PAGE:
“Unfortunately, the hitherto proposals to cover the resulting security deficit cannot be considered sufficient to effectively limit the threats created by NS2. We call on the United States and Germany to adequately address the security crisis in our region, that Russia is the only beneficiary to.”
In Ukraine, there are doubts that Russia has taken seriously the warnings of sanctions that the U.S. and Germany claim ready to impose, should it attempt to use energy as a weapon against Ukraine. The deal between Washington and Berlin is of no consideration to Moscow, the latter demonstrated. Ukraine should not hope for a new gas transit deal for another ten years. Instead, it should prepare for the damage from the loss of the transit fees.
Ukraine to push for sanctions against the operator of Nord Stream 2. Ukraine will push for sanctions against the company Nord Stream 2 AG that has applied to be certified as the pipeline’s operator. Unless it’s certified by the German regulator, gas exporters will not be able to book the pipeline capacity or receive gas via the pipeline, said Yuriy Vitrenko, head of the board of the Ukrainian state-owned energy company Natfogaz speaking to journalists in Washington on July 22.
Security challenges facing Ukraine have not been addressed, Vitrenko said commenting on the recent deal between the U.S. and Germany. Ukraine continues to explain that as long as Russia uses gas as a geopolitical tool, the U.S. needs to maintain the sanctions against Nord Stream 2 AG and the key project actors, he added.
Threats entailed by Nord Stream 2 going into operation, will be high on the agenda of President Zelenskyi’s visit to the U.S. in late August, Vitrenko said. He added that Nord Stream 2 AG is fully owned by Gazprom, so “imposing sanctions on an operator that is Russia’s de-facto geopolitical weapon, is normal.” If it comes under sanctions, European gas exporters will not be able to book the pipeline capacity or receive gas via the pipeline, Vitrenko said.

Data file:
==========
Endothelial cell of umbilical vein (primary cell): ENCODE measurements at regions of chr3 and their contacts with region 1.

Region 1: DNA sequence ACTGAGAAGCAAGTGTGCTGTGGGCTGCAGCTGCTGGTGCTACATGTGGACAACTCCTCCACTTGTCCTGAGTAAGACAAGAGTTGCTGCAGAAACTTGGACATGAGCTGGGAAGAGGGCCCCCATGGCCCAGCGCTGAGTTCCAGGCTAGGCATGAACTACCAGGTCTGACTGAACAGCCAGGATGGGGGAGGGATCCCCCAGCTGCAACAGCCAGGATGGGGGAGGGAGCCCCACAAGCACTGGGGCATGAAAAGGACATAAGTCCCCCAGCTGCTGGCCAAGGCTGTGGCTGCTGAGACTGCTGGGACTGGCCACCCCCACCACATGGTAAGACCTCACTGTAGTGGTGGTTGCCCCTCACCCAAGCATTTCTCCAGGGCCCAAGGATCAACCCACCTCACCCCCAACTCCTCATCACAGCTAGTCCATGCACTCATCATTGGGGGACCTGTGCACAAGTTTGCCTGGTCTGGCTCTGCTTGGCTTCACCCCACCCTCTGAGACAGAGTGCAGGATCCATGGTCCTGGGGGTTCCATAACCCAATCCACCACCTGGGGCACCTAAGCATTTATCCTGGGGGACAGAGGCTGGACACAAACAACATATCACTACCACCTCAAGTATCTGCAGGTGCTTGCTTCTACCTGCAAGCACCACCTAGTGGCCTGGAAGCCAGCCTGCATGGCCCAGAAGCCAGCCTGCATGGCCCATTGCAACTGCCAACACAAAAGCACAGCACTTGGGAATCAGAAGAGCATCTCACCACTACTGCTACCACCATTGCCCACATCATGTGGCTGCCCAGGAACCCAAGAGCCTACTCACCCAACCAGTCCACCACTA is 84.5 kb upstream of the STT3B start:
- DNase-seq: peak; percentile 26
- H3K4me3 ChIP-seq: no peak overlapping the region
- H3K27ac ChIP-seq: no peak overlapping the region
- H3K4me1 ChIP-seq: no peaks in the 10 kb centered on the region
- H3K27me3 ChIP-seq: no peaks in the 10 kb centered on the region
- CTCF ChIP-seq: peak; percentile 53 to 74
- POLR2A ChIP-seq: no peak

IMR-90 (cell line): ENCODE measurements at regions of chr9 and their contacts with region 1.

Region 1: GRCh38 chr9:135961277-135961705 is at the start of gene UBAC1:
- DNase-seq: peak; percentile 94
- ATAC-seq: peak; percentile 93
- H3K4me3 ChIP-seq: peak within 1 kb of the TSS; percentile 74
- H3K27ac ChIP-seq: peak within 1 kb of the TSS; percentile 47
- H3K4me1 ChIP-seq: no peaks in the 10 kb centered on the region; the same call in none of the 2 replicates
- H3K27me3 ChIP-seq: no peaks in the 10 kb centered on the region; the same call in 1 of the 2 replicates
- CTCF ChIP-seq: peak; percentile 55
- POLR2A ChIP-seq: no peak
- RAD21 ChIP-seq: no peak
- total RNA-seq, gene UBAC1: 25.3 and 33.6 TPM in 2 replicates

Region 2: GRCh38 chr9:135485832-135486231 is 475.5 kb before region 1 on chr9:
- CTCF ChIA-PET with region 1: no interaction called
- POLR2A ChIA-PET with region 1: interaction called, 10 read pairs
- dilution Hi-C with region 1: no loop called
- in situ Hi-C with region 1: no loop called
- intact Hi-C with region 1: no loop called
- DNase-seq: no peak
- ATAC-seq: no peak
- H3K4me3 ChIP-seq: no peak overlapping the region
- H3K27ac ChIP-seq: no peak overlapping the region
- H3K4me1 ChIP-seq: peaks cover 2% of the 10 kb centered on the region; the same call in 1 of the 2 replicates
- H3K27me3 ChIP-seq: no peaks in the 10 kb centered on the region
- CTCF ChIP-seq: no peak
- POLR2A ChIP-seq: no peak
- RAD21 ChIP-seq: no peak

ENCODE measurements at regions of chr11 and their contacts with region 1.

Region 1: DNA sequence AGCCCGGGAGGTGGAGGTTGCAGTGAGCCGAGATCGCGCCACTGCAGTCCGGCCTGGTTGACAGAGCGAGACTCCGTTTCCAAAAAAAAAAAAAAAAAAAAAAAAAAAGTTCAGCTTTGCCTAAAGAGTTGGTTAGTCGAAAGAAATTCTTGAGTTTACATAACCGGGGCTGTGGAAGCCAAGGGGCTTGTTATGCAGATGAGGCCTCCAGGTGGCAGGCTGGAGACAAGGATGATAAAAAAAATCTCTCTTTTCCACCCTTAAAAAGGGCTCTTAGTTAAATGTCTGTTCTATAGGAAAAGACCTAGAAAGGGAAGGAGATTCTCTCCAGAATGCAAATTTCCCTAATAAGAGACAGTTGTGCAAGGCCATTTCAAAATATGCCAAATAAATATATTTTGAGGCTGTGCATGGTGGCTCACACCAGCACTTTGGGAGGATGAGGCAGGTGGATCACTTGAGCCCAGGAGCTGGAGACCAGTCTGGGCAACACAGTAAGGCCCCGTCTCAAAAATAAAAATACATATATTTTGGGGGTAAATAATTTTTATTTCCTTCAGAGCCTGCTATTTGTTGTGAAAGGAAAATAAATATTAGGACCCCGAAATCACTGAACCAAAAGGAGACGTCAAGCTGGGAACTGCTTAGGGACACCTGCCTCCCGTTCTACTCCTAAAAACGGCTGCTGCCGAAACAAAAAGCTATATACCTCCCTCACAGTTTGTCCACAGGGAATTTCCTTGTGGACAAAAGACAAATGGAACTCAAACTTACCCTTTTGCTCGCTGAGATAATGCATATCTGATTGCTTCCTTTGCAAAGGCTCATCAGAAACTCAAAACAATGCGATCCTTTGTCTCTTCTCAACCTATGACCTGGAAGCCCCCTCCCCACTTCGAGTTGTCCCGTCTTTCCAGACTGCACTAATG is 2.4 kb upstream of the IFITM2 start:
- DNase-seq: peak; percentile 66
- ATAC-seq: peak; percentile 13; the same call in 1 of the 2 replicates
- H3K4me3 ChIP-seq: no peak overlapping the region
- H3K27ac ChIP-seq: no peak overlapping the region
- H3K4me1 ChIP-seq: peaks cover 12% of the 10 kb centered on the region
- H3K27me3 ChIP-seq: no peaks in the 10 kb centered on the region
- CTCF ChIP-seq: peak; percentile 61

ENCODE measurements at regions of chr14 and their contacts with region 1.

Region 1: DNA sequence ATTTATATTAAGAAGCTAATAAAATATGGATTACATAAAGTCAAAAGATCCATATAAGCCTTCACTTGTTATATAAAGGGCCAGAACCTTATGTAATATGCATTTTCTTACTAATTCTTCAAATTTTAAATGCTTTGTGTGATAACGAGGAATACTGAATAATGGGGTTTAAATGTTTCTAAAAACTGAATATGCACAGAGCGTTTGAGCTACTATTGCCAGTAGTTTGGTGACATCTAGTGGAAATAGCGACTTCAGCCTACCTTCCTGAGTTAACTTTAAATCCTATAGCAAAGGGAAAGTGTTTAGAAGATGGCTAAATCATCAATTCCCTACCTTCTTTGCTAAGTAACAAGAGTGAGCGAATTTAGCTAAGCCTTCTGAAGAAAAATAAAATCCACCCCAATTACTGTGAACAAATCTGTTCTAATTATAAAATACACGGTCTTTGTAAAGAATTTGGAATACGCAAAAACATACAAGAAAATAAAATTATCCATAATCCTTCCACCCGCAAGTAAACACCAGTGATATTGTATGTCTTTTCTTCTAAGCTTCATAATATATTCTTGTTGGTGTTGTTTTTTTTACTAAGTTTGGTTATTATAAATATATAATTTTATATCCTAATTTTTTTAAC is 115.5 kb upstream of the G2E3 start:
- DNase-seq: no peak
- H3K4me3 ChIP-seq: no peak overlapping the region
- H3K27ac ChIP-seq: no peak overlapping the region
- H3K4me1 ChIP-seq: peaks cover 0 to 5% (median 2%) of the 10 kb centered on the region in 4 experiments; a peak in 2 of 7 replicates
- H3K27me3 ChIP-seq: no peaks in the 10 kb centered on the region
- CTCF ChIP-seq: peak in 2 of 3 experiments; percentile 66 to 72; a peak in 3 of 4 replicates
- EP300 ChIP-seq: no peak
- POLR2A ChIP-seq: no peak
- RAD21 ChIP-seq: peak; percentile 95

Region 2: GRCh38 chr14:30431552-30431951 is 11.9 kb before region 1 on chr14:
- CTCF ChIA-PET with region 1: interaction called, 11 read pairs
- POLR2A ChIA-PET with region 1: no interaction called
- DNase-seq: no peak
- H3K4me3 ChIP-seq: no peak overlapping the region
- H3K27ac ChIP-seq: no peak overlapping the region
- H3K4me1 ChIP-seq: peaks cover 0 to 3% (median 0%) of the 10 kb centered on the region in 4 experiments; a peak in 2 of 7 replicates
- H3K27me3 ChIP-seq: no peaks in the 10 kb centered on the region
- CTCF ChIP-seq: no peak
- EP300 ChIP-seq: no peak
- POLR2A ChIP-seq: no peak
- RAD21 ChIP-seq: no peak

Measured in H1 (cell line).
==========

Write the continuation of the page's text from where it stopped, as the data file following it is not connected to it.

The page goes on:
Ukraine’s Foreign Minister Kuleba: “Game not over, it went into extra time.” During a recent visit in Donbas with the Foreign Minister of Hungary Péter Szijjártó, Kuleba said:
“Yesterday, the game was not over. It went into extra time. There are two more halves, and the game can go into penalties too, if that is what is required to safeguard the interests of Ukraine. The statement by the U.S. and Germany should not be seen as the end of the story. Many things still lie ahead: certification of Nord Stream 2, insurance, and, what’s key, (we’ll see) if the pledges in the statement are implemented.”
On Wednesday, Ukraine not only made a political statement on the deal between the U.S. and Germany, but also took legal steps by starting consultations with the European Union, Kuleba said.
“We’ll ask our partners about their vision of the implementation of those agreements, so that they will not weaken the energy security of Ukraine and Central Europe as a whole. Secondly, yesterday’s statement has no effect on security of Ukraine that is compromised by Nord Stream 2 going into operation. That’s our biggest objection, the security part lacks clarity and detail,” the Foreign Minister said.
During the consultations, the EU and Ukraine will also discuss the conformity of Nord Stream 2 under the Third Energy Package.
“We have to hold those consultations so that we can see if Nord Stream 2 violates the EU law, the principle of solidarity, and the respective provision of the EU-Ukraine Association Agreement,” Kuleba explained.